Make Sure the Sand Isn’t Hot

Just like with pavement, sand can get extremely hot. Before walking your pet on the sand, hold your palm to it for ten seconds. If your palm is burning, it isn’t safe to walk your pet.

However, if the sand is hot but you only this time gap to walk your pet, you can walk them near the water. As you near the water, the sand is moist and is no longer burning hot.

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Clean Your Pet After the Beach

After you leave the beach and you are covered in sand, you want to wash off before laying down for a nap, right? Well, your pup needs that same cleanliness! You don’t have to give them a full bath, but at least use a damp rag to clean their fur.

Be Mindful of Their Behavior

My dog had never visited the beach before, so he had no idea what to expect (obviously he can’t Google beaches!). So, when we visited, he tried to sniff the sand which caused him to gag and he attempted to drink the salt water… that didn’t go so well!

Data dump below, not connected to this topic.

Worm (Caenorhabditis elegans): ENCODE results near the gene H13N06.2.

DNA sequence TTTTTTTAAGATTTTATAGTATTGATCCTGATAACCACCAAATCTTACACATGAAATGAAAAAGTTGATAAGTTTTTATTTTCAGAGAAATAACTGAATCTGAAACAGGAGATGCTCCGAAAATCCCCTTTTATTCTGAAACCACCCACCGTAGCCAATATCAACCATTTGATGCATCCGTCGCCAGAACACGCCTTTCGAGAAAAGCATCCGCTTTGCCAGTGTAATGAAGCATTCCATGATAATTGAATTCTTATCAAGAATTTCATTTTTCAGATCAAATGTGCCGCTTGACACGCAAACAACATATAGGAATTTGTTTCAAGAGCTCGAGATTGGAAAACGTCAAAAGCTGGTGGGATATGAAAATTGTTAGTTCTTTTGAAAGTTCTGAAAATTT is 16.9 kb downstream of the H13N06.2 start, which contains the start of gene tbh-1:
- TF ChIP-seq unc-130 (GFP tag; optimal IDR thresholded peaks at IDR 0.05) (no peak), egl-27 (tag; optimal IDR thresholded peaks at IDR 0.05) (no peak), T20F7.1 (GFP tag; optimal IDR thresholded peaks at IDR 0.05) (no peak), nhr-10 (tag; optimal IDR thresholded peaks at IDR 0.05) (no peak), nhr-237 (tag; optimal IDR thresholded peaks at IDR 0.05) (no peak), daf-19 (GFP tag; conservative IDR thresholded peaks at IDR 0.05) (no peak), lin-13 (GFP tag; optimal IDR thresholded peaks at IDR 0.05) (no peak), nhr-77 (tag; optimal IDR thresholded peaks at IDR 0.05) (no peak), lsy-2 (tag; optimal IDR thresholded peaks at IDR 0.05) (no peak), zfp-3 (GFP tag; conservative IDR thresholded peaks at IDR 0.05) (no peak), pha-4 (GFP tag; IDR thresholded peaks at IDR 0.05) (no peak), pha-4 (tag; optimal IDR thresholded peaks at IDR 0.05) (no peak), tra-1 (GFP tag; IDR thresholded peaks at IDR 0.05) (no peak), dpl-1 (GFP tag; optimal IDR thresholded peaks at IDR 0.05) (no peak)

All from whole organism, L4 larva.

If you are taking your pet to the beach for the first time, be mindful of their behavior. Your pet will not understand where they are, so you need to ensure that they are engaging in safe behavior.

Watch Them Around Waves

Jackson despises water so I didn’t have to worry about this, but I did notice other dogs playing in the ocean. As adorable as they were, I did worry, though, about the undercurrent and the waves themselves.

If your furry friend enjoys taking a dip, keep an eye on them while they play. They can get taken under the water just as easily as we can!

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Take A Lot Of Photos

There aren’t many people who get the opportunity to take their pet to the beach. Trust me, it is a memory that you will cherish! So, take a lot of photos of your pup playing at the ocean.

You will never regret the amount of photos you take.

Adventure Paws: Myrtle Beach, SC

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I finally did it. I took Jackson to the beach. And it went… pretty great!

If you have read my blog post about taking Jackson to Niagara Falls, you already know that he does well on long car rides and with staying in hotel rooms. I am so thankful that I have been blessed with such a well-behaved dog.